Disclaimer: This post is ALL about my opinion. As always, based on personal experiences.
So much flurry about the increase in student loan interest rates. Dave Ramsey would say pay cash for college and you don’t have to worry about interest rates. I hope to be able to provide that for my kids. Fact of the matter is, if it not for student loans, I probably would not have been able to go to college. I mean, of course I could have, but it was not in my periphery to do things that would have allowed me to.
You see, I was a REALLY great student leading up to the college years. I graduated with a 4.14 GPA, did multiple sports each year, was the President of the National Honor Society, and heck… Class President for 3 years to boot. I did not get scholarships to get into college. I applied for hundreds, probably not thousands, but hundreds of them. I think I had average ACT scores. In hindsight, I probably should have done more Test Prep and gone back to take the ACT or SATs again. Maybe I would have gotten more scholarships.
Maybe I didn’t get more scholarships because my application essays sucked. I don’t remember any of them, but now that I’m quickly approaching 40 years old, I can safely say that I had no clue why I was going to college. It wasn’t necessarily engrained in me that it was the thing to do, but I had no plans. I distinctly remember getting all of those college marketing materials in the mail, and opening them up to see the list of degree programs and just picking one. I chose Deaf Education. Why? Because I’m deaf in one ear, have been since childhood. I thought it would be cool to learn sign language.
That right there is the depth of reasoning behind my college choice, and career choice. In 1993, I chose to pay borrow the money for out of state tuition stacking up at $13,000 per year. Now – that might not seem like a lot, but in 1993 it was. And guess what, it still is, because I’m still finishing the payoff of those college loans. I’m nearing the end now, but I left that school after 1.5 years. Then I went to a few community colleges and the University of NE at Omaha. After about 3 years, I quit going to school and moved to Colorado. After screwing up my finances and not making enough money to pay all my bills, let alone these student loans coming due, I signed up with a credit counseling agency to clear up my debt. Through that process, I realized I really learned a lot about money. I wanted to learn more. I wanted to teach others about what I had learned. Maybe I could influence others to avoid the same dumb financial mistakes I did. What did I do next? I went back to school and got a Business degree with an emphasis in Finance. Insert more student loans here.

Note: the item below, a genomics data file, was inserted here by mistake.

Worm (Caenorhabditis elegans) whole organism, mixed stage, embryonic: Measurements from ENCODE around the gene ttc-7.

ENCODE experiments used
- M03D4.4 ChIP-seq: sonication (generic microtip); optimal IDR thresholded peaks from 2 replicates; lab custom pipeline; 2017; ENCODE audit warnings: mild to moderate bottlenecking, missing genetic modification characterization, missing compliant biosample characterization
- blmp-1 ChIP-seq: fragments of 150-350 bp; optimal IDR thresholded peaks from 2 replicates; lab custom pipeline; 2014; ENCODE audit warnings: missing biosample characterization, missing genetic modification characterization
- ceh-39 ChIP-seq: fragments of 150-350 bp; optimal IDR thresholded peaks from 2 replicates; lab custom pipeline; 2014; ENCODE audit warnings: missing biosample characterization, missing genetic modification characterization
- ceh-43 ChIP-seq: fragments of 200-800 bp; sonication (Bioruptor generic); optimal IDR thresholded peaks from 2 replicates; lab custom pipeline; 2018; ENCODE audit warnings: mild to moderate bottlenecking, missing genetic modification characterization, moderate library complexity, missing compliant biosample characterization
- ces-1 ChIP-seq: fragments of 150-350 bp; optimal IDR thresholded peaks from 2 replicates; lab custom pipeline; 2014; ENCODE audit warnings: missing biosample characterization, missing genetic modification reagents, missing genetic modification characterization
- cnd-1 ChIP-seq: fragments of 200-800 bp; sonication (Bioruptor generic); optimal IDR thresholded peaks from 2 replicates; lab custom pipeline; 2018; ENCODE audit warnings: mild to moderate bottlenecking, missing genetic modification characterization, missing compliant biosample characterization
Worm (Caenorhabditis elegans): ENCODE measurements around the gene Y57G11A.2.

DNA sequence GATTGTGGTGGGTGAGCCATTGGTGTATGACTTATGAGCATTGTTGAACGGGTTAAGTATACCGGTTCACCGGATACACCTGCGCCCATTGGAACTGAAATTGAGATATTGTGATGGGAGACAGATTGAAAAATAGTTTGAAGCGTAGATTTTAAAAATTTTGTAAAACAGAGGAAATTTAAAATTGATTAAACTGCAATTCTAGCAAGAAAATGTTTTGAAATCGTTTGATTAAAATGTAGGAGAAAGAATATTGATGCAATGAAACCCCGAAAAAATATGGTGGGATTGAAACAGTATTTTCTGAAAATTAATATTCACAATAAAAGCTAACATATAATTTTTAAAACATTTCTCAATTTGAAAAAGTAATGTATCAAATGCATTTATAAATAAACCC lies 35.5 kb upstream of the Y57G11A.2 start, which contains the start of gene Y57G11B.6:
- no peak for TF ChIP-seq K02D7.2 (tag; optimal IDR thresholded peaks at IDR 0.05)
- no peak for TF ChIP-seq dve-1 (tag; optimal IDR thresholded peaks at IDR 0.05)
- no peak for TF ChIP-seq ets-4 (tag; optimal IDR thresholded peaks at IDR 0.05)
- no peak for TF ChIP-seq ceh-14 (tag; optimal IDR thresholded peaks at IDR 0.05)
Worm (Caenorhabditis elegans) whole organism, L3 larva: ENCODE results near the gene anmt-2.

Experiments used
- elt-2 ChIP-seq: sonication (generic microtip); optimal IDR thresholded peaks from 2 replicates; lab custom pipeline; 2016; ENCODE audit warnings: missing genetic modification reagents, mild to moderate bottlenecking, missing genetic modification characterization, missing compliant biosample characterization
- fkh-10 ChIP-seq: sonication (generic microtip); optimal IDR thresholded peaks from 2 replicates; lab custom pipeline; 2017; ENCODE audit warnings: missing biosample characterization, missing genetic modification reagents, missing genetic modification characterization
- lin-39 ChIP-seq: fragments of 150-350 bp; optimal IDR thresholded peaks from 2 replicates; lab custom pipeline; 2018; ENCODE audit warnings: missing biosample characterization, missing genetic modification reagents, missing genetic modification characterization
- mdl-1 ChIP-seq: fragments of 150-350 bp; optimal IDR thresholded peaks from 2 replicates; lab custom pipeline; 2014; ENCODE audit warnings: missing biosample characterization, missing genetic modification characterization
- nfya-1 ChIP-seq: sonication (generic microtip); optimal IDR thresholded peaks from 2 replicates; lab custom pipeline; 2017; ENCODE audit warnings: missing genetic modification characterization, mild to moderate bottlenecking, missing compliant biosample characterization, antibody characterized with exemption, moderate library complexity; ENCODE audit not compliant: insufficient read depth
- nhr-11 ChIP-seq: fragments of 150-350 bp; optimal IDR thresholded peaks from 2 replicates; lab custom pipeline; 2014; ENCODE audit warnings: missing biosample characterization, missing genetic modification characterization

How much do you think we learned about personal finance in college? Zilch. Zero. None at all.
I finally graduated in 2002. It’s been 10 years, and I’m still not done paying off all of the cumulative loans that I got since 1993. It was somewhere in the ballpark of $65,000 in student loans. Again – may not sound like a huge deal, but when I did finally start working a job where I could teach people how to handle their finances, it was for a non-profit organization, not a lucrative salary.
I don’t care particularly what happens with student loan interest rates. I don’t feel that I have a RIGHT to borrow at low interest to further my education. I haven’t proven anything to the world yet. Earn what you think you deserve. Don’t feel entitled. I hate politics, so I won’t engage in the politics of world economics or how we’re falling behind or anything else. I would probably engage in conversation about why the rate of college tuition increases are disproportionately higher than the rate of inflation.
Here’s my final point. I didn’t have anyone stop me from my dumb financial decisions. I wish someone would have. I challenge you to have a conversation with yourself or your kids entering college. Talk about what they want to be, what will it pay? Are they investing $120,000 for an education that might hopefully land them a job making $25,000 a year? If so, you might want to have a conversation about community college for basic classes! Invest in what you know will have a good payoff. If the payoff is not good – consider how much you pay (or borrow) for your education.